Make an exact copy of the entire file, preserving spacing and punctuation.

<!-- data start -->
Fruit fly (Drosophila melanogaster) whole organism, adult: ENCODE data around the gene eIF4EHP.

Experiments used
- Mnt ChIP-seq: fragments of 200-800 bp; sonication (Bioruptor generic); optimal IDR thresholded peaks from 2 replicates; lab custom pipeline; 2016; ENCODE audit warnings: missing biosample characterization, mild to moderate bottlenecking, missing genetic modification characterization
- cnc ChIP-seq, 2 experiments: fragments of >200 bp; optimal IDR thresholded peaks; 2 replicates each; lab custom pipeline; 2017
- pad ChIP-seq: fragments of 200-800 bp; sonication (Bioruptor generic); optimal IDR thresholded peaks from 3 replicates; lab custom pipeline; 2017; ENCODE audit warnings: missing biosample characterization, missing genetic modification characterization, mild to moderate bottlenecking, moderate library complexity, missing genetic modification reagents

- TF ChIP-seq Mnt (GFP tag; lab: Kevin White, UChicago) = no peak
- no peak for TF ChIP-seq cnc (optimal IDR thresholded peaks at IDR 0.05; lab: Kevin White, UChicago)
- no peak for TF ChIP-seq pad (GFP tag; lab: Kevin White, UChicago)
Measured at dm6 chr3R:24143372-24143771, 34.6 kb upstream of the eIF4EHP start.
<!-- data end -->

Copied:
Fruit fly (Drosophila melanogaster) whole organism, adult: ENCODE data around the gene eIF4EHP.

Experiments used
- Mnt ChIP-seq: fragments of 200-800 bp; sonication (Bioruptor generic); optimal IDR thresholded peaks from 2 replicates; lab custom pipeline; 2016; ENCODE audit warnings: missing biosample characterization, mild to moderate bottlenecking, missing genetic modification characterization
- cnc ChIP-seq, 2 experiments: fragments of >200 bp; optimal IDR thresholded peaks; 2 replicates each; lab custom pipeline; 2017
- pad ChIP-seq: fragments of 200-800 bp; sonication (Bioruptor generic); optimal IDR thresholded peaks from 3 replicates; lab custom pipeline; 2017; ENCODE audit warnings: missing biosample characterization, missing genetic modification characterization, mild to moderate bottlenecking, moderate library complexity, missing genetic modification reagents

- TF ChIP-seq Mnt (GFP tag; lab: Kevin White, UChicago) = no peak
- no peak for TF ChIP-seq cnc (optimal IDR thresholded peaks at IDR 0.05; lab: Kevin White, UChicago)
- no peak for TF ChIP-seq pad (GFP tag; lab: Kevin White, UChicago)
Measured at dm6 chr3R:24143372-24143771, 34.6 kb upstream of the eIF4EHP start.